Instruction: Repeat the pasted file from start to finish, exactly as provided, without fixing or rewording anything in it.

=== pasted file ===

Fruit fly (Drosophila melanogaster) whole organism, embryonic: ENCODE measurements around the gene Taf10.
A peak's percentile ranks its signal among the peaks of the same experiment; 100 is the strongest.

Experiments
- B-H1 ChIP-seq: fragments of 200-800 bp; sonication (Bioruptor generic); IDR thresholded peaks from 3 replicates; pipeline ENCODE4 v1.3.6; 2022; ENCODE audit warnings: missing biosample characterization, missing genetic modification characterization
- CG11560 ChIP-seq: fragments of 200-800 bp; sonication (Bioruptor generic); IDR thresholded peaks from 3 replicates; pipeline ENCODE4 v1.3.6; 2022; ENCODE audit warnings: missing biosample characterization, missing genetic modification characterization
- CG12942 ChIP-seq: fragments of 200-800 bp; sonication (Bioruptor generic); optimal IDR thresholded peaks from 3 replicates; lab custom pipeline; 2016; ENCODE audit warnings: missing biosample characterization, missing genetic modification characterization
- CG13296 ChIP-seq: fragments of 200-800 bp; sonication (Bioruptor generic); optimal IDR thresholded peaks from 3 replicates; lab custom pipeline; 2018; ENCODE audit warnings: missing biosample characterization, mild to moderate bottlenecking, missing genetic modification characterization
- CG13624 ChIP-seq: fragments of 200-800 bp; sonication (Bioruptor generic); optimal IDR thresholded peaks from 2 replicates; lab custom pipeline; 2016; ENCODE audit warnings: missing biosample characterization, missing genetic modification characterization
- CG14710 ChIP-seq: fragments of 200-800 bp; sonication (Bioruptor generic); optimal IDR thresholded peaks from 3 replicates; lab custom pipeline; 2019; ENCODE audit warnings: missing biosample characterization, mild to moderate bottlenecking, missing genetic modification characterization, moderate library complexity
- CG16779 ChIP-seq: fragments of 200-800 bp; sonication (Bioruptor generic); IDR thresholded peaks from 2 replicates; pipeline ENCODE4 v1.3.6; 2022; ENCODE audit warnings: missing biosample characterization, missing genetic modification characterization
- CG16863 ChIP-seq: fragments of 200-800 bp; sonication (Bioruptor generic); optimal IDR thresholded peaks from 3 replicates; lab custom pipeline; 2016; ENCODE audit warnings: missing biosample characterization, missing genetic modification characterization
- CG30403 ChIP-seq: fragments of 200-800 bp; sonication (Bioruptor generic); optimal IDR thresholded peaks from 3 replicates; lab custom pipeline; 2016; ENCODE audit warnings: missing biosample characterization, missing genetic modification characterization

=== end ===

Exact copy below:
Fruit fly (Drosophila melanogaster) whole organism, embryonic: ENCODE measurements around the gene Taf10.
A peak's percentile ranks its signal among the peaks of the same experiment; 100 is the strongest.

Experiments
- B-H1 ChIP-seq: fragments of 200-800 bp; sonication (Bioruptor generic); IDR thresholded peaks from 3 replicates; pipeline ENCODE4 v1.3.6; 2022; ENCODE audit warnings: missing biosample characterization, missing genetic modification characterization
- CG11560 ChIP-seq: fragments of 200-800 bp; sonication (Bioruptor generic); IDR thresholded peaks from 3 replicates; pipeline ENCODE4 v1.3.6; 2022; ENCODE audit warnings: missing biosample characterization, missing genetic modification characterization
- CG12942 ChIP-seq: fragments of 200-800 bp; sonication (Bioruptor generic); optimal IDR thresholded peaks from 3 replicates; lab custom pipeline; 2016; ENCODE audit warnings: missing biosample characterization, missing genetic modification characterization
- CG13296 ChIP-seq: fragments of 200-800 bp; sonication (Bioruptor generic); optimal IDR thresholded peaks from 3 replicates; lab custom pipeline; 2018; ENCODE audit warnings: missing biosample characterization, mild to moderate bottlenecking, missing genetic modification characterization
- CG13624 ChIP-seq: fragments of 200-800 bp; sonication (Bioruptor generic); optimal IDR thresholded peaks from 2 replicates; lab custom pipeline; 2016; ENCODE audit warnings: missing biosample characterization, missing genetic modification characterization
- CG14710 ChIP-seq: fragments of 200-800 bp; sonication (Bioruptor generic); optimal IDR thresholded peaks from 3 replicates; lab custom pipeline; 2019; ENCODE audit warnings: missing biosample characterization, mild to moderate bottlenecking, missing genetic modification characterization, moderate library complexity
- CG16779 ChIP-seq: fragments of 200-800 bp; sonication (Bioruptor generic); IDR thresholded peaks from 2 replicates; pipeline ENCODE4 v1.3.6; 2022; ENCODE audit warnings: missing biosample characterization, missing genetic modification characterization
- CG16863 ChIP-seq: fragments of 200-800 bp; sonication (Bioruptor generic); optimal IDR thresholded peaks from 3 replicates; lab custom pipeline; 2016; ENCODE audit warnings: missing biosample characterization, missing genetic modification characterization
- CG30403 ChIP-seq: fragments of 200-800 bp; sonication (Bioruptor generic); optimal IDR thresholded peaks from 3 replicates; lab custom pipeline; 2016; ENCODE audit warnings: missing biosample characterization, missing genetic modification characterization